In the end, she brought $15,000 of credit card debt to our marriage with no assets from it to liquidate to use to pay it off. So what did we do?
Steps To Take To Pay Off Credit Card Debt Fast
First, I had some savings. Believe it or not, after all the expenses of a diamond ring, a wedding ceremony, a wedding dress, a rehearsal dinner, flowers, minister, location rental, reception, honeymoon, etc, I still had some savings that extended beyond any retirement savings like IRAs. I put it all toward the debt.
Let me tell you, that was painful for me. But the interest rate was brutal, and I knew it was the best thing to do. So I did it.
Next we transferred the balance to a lower interest card. During that time credit cards were offering six months to a year of 0% interest for transfers. Cha-ching! Making a transfer like that with the genuine intention of paying it all off as quickly as possible saved us around $2,000 in the process. You may not have such an offer available according to when you might work on paying down your credit card debt, but you should shop around to see what is available. Transferring the debt to a lower rate loan will pay off.
Most people might do the two things I’ve described so far. While painful or inconvenient, they really don’t deal much with the grind of a true lifestyle change. Those two steps are grand gestures, but the rubber hits the road for next step.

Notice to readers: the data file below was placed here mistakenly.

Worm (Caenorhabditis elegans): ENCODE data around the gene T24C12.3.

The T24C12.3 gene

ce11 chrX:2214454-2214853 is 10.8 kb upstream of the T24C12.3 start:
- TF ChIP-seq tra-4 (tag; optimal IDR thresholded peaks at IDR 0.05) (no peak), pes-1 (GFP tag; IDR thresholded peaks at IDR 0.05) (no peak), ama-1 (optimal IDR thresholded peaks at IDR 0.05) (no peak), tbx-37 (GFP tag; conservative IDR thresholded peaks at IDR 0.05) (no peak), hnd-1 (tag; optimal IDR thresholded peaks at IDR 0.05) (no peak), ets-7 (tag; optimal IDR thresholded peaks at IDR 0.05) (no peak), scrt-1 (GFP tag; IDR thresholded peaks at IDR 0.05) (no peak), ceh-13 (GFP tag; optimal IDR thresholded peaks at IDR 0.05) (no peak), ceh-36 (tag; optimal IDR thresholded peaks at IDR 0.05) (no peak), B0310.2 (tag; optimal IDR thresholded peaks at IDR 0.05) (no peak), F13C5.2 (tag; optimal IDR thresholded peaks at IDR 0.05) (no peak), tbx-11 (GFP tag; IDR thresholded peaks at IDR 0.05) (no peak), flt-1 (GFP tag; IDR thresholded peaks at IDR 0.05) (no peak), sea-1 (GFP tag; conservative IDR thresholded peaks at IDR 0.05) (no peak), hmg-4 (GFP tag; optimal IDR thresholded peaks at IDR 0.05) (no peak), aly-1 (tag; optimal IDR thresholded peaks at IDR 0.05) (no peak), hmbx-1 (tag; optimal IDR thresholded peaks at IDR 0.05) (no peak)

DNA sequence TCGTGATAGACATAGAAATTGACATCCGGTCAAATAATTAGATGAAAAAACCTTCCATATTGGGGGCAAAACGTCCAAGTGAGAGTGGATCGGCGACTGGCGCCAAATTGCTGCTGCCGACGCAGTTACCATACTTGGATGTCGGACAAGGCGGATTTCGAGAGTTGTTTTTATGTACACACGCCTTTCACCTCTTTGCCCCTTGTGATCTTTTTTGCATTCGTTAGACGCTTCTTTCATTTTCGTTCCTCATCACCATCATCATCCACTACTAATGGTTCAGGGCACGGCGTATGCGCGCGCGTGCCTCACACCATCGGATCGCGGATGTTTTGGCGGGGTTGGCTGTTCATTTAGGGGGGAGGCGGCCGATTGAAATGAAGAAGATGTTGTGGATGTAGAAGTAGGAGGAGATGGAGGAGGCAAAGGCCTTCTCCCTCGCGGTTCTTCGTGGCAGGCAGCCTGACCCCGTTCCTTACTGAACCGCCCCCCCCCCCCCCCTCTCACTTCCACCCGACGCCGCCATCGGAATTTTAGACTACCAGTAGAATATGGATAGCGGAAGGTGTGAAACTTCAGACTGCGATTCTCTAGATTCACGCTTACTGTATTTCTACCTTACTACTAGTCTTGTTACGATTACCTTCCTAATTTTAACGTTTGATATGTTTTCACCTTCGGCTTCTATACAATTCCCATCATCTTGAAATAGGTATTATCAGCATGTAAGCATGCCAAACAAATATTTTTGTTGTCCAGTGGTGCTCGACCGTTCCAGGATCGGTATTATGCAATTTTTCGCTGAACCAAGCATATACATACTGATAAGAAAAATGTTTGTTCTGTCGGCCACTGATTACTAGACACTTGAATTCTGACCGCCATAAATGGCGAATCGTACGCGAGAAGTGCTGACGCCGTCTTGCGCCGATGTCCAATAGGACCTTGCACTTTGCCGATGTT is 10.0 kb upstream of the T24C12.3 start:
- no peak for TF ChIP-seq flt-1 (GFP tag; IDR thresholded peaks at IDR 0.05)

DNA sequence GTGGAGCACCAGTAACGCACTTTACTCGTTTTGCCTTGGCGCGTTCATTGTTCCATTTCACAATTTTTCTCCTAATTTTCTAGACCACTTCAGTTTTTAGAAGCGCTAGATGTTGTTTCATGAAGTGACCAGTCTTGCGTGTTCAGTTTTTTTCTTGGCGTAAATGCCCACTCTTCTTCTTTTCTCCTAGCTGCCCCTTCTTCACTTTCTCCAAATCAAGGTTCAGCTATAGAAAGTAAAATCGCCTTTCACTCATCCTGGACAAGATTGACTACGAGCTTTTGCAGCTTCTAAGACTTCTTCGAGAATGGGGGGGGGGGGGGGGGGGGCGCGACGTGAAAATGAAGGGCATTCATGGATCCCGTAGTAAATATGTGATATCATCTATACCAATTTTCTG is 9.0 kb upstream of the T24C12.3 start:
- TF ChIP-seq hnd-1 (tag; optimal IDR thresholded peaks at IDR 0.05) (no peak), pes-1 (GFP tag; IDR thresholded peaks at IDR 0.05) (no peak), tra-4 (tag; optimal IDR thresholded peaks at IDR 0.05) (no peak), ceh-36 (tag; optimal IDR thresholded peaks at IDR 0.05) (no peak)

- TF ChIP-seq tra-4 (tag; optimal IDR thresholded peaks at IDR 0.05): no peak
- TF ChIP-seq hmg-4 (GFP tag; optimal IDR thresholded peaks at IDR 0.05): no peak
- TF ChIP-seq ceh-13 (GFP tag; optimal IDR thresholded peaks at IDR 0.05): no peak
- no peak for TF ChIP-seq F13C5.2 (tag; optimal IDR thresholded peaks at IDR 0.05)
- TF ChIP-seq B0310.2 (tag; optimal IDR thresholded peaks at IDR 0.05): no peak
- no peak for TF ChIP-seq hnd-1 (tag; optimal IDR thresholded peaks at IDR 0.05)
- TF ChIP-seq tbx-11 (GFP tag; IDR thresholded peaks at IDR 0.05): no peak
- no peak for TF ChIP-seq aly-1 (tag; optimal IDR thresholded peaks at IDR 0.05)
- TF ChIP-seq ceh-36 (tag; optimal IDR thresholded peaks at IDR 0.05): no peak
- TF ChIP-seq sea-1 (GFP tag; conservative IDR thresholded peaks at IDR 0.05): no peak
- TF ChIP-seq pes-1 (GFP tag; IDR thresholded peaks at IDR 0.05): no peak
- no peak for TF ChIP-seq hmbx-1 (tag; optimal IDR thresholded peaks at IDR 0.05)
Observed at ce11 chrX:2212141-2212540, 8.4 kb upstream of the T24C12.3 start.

The Biggest Step In Paying Off Credit Card Debt Fast
Finally, we cut back on everything so we could put ever penny we could find toward paying off the rest of the debt. I mean everything. You have to decide what you really want. It’s key. We wanted to crush our credit card debt so we could be more free to build the life we wanted.
Together, we made just over $60,000 a year. We had a mortgage, two car payments (mine was almost paid off), we got pregnant, health insurance, and all the typical bills any newly wed couple would have. So we had to cut back on eating out, buying new shoes or clothes, cookies and other extras in the grocery budget, travel, cable TV, cell phone plans… anything we could think of. If we could renegotiate, we renegotiated. If we could cancel it, we canceled it. I’m serious. You have to be as well.
The interesting part of all “less” we put ourselves through, was that it actually drew us closer together. We weren’t distracted by the stuff. We were digging out of debt instead of adding to its crushing weight on our relationship.
Another really nice unexpected result we discovered was that we realized we didn’t need those things to be happy. We could do without. We could do really well without.
So in about a year we carried a credit card balance of zero on that account. The 0% rate jumped up to its typically ridiculous level and we closed it. Our credit history gave us the ability to find offers for crazy low-interest rates on cards, but that didn’t even matter because we never carried a balance from one month to the next ever again. Ever again. Now the credit card companies pay us to use their cards through points or cash back.
$15,000 in credit card debt gone in one year. It can be done. So do it.
Then, don’t ever have to do it again.